Anxiety and depression are common among individuals with inflammatory bowel disease (IBD) who are in remission, and the conditions are linked to unemployment and presenteeism, according to a prospective study.
Previous studies have found a heightened risk of anxiety and depression in IBD, as well as an association with poor treatment compliance and greater morbidity. Presenteeism, defined as reduced productivity due to a physical or mental condition, is increasingly recognized as an indirect economic cost of chronic conditions that may exact a higher cost than absenteeism.
More than one-third of patients with IBD experienced presenteeism in one study. Other studies have examined exercise in chronic diseases, and most find an association between more exercise and lower rates of anxiety and depression. To date, few studies have examined a combination of physical activity, mental health, and presenteeism in the context of IBD.
The new study, published in the Journal of Crohn’s and Colitis, “is very important, as presenteeism is not commonly discussed in any formal, measurable way in the IBD space,” said Laurie Keefer, PhD, professor of medicine and a gastropsychologist at Icahn School of Medicine, who was asked to comment on the research. “While conducted in Europe and Israel, the study also has relevance in the U.S. since, here, employers typically pay for health care — so absenteeism, presenteeism, and health care cost are all intertwined.”
“The study confirmed high rates of depression and anxiety after a diagnosis of IBD. One high-quality aspect of this study was that the diagnosis of depression and anxiety was confirmed by a medical practitioner,” said Keefer.
The results suggest that current efforts to screen IBD patients for depression and anxiety may not be enough, according to Stephen Lupe, PsyD, who was also asked to comment on the study. He noted that almost half of the patients had symptoms of anxiety or depression as measured by the Hospital Anxiety and Depression Score (HADS).
“We’re missing all kinds of people,” said Lupe, who is director of behavioral medicine for the department of gastroenterology, hepatology, and nutrition at the Cleveland Clinic. He cited other data that show that, if someone develops depression, they are more likely to have a surgical outcome, and they are more likely to have problems with medication adherence. They likely will have more flares and less time in remission. “We need to be screening for it as part of care,” he said.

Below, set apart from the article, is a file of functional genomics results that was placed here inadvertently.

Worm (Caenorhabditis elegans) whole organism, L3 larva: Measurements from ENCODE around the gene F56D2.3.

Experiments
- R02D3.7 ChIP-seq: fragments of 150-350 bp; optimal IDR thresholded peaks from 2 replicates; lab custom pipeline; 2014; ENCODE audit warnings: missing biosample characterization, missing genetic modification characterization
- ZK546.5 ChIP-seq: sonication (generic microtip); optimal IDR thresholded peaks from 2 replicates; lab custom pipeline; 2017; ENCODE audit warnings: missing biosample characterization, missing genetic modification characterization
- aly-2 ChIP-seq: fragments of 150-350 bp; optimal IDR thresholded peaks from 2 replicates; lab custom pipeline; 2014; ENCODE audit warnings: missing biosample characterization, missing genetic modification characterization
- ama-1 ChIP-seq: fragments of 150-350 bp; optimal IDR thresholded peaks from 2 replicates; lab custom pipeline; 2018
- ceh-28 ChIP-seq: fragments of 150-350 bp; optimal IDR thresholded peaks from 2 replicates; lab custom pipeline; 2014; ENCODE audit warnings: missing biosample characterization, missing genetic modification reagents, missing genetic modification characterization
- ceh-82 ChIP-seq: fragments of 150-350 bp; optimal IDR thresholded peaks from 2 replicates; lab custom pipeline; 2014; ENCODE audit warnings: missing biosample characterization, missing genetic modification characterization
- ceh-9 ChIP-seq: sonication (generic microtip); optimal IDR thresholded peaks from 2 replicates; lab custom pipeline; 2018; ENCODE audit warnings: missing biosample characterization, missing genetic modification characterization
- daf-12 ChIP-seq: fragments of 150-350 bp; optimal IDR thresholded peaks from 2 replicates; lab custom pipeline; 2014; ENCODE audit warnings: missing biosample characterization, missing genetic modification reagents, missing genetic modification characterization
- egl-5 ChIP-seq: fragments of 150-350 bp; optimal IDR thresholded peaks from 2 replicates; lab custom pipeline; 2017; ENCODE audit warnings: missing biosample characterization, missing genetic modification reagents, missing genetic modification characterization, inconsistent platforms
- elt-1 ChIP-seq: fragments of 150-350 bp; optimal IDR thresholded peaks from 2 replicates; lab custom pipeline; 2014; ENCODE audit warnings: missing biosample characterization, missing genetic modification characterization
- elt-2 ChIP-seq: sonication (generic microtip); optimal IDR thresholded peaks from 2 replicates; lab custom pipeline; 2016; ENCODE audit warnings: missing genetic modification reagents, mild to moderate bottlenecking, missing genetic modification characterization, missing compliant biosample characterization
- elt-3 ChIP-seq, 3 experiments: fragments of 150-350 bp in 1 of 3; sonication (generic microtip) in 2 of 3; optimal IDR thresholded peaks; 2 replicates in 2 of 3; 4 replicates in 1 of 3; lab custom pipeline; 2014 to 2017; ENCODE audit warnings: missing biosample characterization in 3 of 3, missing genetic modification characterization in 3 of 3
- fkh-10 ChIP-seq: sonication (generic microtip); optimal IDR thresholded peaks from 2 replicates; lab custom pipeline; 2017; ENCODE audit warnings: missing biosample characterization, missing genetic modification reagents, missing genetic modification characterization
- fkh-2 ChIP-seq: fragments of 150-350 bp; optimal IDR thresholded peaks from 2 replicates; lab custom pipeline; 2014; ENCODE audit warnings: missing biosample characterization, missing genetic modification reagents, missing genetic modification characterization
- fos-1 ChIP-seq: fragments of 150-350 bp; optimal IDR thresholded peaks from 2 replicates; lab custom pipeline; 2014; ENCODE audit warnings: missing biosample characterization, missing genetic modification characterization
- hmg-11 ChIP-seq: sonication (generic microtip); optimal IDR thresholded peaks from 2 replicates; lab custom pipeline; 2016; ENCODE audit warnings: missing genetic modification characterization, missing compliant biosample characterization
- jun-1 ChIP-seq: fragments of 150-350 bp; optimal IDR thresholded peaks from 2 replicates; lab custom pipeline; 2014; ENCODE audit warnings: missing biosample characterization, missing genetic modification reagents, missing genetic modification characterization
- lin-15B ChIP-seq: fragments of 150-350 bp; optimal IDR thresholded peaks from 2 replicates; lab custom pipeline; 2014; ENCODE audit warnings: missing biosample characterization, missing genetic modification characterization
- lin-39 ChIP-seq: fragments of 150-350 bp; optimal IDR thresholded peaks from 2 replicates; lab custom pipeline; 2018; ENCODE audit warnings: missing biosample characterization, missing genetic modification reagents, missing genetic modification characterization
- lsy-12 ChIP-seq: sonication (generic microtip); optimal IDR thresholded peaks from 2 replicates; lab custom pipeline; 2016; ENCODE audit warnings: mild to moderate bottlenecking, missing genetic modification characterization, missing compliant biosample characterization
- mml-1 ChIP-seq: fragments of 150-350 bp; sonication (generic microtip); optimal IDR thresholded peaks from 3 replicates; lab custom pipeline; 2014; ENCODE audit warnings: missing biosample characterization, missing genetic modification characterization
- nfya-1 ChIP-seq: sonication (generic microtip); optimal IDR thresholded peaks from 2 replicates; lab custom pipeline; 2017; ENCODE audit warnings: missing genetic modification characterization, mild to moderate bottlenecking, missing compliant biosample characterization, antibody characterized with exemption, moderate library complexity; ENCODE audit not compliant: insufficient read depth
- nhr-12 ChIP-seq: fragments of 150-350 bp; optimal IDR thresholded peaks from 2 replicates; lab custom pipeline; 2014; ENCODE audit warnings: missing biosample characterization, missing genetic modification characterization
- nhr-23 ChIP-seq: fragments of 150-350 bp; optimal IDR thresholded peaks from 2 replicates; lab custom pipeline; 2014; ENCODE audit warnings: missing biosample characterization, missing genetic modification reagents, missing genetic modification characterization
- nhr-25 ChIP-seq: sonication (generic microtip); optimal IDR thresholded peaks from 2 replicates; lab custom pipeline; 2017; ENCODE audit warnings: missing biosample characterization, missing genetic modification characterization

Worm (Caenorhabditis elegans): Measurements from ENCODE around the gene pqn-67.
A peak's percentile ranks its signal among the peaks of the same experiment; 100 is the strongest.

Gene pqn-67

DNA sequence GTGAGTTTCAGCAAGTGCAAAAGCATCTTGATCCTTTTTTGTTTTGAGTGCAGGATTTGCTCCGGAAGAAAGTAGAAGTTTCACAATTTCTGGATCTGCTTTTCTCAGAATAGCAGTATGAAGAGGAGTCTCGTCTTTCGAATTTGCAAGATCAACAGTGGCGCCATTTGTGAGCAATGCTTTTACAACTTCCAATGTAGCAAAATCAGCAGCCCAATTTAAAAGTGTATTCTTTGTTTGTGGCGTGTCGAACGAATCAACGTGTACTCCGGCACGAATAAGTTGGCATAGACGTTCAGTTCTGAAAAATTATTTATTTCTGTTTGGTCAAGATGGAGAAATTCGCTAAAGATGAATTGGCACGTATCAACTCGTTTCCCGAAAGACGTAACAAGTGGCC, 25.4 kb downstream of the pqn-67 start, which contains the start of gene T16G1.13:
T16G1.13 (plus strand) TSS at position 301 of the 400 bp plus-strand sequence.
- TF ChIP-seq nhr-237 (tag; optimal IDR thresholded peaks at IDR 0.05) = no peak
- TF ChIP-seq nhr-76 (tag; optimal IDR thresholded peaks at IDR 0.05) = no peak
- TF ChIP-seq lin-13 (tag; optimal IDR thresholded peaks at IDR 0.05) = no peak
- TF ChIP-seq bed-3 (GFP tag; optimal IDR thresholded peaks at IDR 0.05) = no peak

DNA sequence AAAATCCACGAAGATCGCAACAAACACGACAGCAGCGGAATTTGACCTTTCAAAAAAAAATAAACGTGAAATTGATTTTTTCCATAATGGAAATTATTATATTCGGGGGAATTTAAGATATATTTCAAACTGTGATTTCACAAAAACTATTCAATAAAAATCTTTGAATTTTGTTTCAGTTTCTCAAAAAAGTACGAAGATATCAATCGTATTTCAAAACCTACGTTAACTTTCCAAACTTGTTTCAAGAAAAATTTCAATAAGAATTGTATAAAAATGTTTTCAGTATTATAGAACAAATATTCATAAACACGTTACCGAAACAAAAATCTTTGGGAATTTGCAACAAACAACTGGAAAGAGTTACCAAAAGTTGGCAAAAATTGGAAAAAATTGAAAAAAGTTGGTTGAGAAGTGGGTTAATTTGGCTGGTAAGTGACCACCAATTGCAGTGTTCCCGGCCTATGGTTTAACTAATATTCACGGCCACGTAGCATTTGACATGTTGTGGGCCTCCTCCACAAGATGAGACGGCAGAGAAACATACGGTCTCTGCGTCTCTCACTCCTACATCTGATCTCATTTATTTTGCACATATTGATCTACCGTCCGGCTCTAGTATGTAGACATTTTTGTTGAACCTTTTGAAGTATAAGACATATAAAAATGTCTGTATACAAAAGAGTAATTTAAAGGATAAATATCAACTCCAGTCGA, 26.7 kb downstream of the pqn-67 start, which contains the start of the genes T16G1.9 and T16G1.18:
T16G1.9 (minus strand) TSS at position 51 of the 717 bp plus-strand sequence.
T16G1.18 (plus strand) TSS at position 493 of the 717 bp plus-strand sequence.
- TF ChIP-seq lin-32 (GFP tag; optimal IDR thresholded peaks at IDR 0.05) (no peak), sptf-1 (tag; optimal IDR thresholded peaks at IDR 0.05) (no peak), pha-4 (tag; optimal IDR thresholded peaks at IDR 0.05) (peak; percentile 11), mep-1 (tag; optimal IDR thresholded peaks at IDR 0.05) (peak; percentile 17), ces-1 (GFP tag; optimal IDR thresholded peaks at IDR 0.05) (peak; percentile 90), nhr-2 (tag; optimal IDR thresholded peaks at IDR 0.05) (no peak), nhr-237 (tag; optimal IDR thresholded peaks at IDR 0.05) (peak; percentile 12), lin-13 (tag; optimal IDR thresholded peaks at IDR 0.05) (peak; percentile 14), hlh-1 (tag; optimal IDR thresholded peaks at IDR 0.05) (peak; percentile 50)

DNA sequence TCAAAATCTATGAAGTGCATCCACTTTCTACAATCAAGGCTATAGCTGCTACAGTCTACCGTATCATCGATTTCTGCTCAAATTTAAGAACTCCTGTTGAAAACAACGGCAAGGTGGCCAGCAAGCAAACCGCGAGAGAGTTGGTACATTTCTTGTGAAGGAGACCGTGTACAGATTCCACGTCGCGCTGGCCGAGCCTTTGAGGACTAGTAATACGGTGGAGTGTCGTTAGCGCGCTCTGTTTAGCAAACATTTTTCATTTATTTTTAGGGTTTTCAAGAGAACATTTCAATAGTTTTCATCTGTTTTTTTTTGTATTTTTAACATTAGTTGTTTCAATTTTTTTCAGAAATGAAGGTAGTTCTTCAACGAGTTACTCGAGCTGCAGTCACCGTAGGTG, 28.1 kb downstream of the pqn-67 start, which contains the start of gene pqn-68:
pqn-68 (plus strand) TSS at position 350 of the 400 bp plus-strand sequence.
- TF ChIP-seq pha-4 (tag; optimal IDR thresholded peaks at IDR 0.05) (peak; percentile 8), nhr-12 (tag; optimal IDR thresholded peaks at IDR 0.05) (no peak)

The researchers prospectively studied 585 IBD patients who were in clinical remission at 8 centers in Europe and Israel between September 2020 and March 2021. Participants filled out the HADS and The Stanford Presenteeism scale (SPS-6). A total of 62.2% of the participants had CD; 53.0% were male. Participants’ mean age was 39 years. Among the group, 10.8% had a preexisting diagnosis of anxiety or depression at the time of IBD diagnosis, and an additional 14.2% were later diagnosed with anxiety or depression.
Less than half, 46.1%, of IBD patients had a score 8 or higher in the HADS-anxiety (HADS-A) or HADS-depression (HADS-D) subscale, a cutoff that suggests evidence of clinical depression or anxiety. A total of 27.4% had a score of 11 or higher, indicating a mood disorder. High HADS-A score was associated with female gender (odds ratio, 1.91; P < 0.05), long duration of disease (OR, 1.04; P < 0.01), and perianal disease (P < 0.023). The authors speculate that the latter result may be due to a higher burden of symptoms. Three-quarters, 74.5%, of patients were employed; 34.0% experienced presenteeism as defined by SPS-6 score less than or equal to 18.
The researchers found that 23.0% of the patients were sedentary, and this was more common among individuals with HADS-A or HADS-D scores greater than or equal to 8. Among those experiencing presenteeism, 50% were sedentary, 29.4% were active, and 20.6% were moderately active (P < 0.01). Individuals with higher HADS-A or HADS-D scores had a greater likelihood of being sedentary (P < 0.05).
One limitation of the study was that the questionnaires were translated into the respective languages and scores were taken at only one time point.
“Rather than relying on the patient to come forward and seek help,” physicians should familiarize themselves with these validated screening tools “in order to increase the diagnostic rate of such pathologies and enable a better holistic care for the IBD patients,” the authors concluded. “Active involvement of a psychologist and/or a psychiatrist, as part of the IBD team, should be pursued to further improve the patients’ quality of life, which has emerged as one of the top priority outcomes in IBD.”
Lupe said that the findings regarding presenteeism are consistent with his experience. He pointed out that IBD patients must be more aware of their body and vigilant in managing symptoms, and he speculated that that could detract from concentration at work. He said that the study shows the need for a holistic approach to treatment.
“When someone is coping with a chronic disease, like ulcerative colitis or Crohn’s disease, it affects the whole person,” including psychologically, professionally, and personally. “These are bidirectional relationships, so that if someone’s social life starts falling down, it’s more contributory to the development of something like depression and anxiety, and maybe that’s contributory to complications that come up in a disease state like Crohn’s disease or ulcerative colitis.”
The study did not receive funding, but two authors disclosed relations with AbbVie, Janssen, Pfizer, and other companies. Keefer is a cofounder and has equity ownership In Trellus Health. Lupe has no relevant financial disclosures.
This article originally appeared on MDedge.com, part of the Medscape Professional Network.